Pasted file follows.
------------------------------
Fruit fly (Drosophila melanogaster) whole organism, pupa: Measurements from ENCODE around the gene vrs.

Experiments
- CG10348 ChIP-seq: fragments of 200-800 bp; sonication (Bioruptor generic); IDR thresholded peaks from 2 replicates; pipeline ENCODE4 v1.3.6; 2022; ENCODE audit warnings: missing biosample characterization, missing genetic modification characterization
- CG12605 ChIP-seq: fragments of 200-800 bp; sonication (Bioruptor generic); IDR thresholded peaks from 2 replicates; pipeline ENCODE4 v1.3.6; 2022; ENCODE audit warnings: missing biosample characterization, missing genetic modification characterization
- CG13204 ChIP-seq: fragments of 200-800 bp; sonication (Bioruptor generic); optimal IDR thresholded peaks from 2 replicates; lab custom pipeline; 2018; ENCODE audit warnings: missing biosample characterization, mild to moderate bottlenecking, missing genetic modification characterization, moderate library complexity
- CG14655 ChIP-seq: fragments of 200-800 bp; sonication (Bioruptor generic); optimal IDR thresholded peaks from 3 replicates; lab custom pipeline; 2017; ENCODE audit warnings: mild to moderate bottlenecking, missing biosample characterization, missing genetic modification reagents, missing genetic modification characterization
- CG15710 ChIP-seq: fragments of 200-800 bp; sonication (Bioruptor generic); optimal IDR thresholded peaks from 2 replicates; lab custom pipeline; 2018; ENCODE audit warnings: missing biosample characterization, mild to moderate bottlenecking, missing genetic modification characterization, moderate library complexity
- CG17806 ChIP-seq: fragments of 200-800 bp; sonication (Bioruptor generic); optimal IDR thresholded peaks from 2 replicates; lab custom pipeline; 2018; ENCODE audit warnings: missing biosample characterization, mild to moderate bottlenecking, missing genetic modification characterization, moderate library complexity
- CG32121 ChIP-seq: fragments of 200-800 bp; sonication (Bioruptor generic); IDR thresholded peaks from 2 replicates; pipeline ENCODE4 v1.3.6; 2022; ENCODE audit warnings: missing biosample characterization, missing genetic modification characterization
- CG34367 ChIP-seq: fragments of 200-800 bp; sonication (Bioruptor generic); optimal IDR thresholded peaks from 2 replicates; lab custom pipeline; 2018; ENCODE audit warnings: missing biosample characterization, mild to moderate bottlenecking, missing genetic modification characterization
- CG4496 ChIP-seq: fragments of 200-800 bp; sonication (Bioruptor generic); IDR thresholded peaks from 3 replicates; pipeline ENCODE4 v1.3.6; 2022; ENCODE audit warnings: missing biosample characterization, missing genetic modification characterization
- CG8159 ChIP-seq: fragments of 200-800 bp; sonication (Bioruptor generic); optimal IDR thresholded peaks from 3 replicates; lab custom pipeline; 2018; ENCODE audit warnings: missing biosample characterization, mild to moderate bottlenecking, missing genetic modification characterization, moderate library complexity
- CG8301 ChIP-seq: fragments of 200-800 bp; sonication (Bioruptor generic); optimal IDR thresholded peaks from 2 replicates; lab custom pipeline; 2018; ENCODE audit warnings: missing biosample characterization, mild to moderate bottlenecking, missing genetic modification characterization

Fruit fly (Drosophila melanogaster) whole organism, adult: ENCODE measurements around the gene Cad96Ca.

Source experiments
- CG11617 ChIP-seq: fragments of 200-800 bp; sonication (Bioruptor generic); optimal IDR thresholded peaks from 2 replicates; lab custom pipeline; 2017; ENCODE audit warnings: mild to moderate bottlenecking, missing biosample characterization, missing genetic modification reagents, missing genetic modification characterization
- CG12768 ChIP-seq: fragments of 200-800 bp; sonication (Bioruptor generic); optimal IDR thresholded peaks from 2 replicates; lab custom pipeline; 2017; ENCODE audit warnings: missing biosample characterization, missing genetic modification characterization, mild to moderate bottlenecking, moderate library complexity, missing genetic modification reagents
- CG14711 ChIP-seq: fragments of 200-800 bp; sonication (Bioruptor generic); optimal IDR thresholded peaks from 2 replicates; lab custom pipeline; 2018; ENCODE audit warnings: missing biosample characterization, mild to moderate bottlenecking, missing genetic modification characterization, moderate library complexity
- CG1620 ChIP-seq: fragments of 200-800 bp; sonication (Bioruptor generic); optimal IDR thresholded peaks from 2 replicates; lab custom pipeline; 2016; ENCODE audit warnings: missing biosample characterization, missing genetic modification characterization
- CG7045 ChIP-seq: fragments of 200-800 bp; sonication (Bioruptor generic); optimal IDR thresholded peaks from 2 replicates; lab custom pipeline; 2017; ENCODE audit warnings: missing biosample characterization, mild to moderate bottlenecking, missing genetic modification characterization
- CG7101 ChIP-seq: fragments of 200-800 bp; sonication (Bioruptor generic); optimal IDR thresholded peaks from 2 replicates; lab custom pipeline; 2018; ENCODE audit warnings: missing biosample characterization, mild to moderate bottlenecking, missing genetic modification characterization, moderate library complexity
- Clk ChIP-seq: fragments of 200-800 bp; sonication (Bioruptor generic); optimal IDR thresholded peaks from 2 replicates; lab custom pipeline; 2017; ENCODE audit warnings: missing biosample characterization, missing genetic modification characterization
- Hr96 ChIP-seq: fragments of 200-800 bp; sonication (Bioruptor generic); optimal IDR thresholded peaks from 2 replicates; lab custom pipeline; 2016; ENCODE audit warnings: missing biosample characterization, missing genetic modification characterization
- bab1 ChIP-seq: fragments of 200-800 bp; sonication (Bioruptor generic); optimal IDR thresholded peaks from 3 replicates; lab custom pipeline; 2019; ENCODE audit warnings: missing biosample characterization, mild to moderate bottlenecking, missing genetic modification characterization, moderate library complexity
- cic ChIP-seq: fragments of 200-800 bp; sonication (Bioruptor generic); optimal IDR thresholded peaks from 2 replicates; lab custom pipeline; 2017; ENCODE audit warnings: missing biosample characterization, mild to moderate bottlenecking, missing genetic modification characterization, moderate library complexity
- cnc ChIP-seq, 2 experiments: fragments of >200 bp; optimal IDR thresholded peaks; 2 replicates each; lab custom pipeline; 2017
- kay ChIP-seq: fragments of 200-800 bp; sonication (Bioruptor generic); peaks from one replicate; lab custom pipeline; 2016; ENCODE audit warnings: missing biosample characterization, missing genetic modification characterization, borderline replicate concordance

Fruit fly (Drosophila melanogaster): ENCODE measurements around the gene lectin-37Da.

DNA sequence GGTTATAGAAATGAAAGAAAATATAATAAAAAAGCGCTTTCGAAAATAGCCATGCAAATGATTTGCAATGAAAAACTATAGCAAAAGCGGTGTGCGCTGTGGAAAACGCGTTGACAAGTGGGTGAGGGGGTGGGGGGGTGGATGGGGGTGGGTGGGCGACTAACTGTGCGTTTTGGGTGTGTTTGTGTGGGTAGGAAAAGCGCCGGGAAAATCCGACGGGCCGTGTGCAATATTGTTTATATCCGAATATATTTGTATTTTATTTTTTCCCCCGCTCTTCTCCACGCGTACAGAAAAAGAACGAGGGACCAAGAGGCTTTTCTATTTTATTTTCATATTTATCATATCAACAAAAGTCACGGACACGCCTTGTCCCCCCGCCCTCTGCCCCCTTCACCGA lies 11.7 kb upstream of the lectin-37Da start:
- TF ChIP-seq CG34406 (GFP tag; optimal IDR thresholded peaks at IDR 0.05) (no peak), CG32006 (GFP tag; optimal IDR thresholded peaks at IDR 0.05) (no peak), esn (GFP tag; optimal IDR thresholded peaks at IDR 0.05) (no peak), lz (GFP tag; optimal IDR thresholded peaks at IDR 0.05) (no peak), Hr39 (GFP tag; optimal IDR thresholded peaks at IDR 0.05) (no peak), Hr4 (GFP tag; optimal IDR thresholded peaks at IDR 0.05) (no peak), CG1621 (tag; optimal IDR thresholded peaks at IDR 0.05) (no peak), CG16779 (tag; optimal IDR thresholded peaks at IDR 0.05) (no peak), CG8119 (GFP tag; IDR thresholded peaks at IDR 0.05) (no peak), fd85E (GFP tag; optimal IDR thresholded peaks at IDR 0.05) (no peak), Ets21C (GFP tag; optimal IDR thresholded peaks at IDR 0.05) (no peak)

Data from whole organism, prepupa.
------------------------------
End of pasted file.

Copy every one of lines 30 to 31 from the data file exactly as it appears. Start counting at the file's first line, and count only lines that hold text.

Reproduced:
- TF ChIP-seq CG34406 (GFP tag; optimal IDR thresholded peaks at IDR 0.05) (no peak), CG32006 (GFP tag; optimal IDR thresholded peaks at IDR 0.05) (no peak), esn (GFP tag; optimal IDR thresholded peaks at IDR 0.05) (no peak), lz (GFP tag; optimal IDR thresholded peaks at IDR 0.05) (no peak), Hr39 (GFP tag; optimal IDR thresholded peaks at IDR 0.05) (no peak), Hr4 (GFP tag; optimal IDR thresholded peaks at IDR 0.05) (no peak), CG1621 (tag; optimal IDR thresholded peaks at IDR 0.05) (no peak), CG16779 (tag; optimal IDR thresholded peaks at IDR 0.05) (no peak), CG8119 (GFP tag; IDR thresholded peaks at IDR 0.05) (no peak), fd85E (GFP tag; optimal IDR thresholded peaks at IDR 0.05) (no peak), Ets21C (GFP tag; optimal IDR thresholded peaks at IDR 0.05) (no peak)

Data from whole organism, prepupa.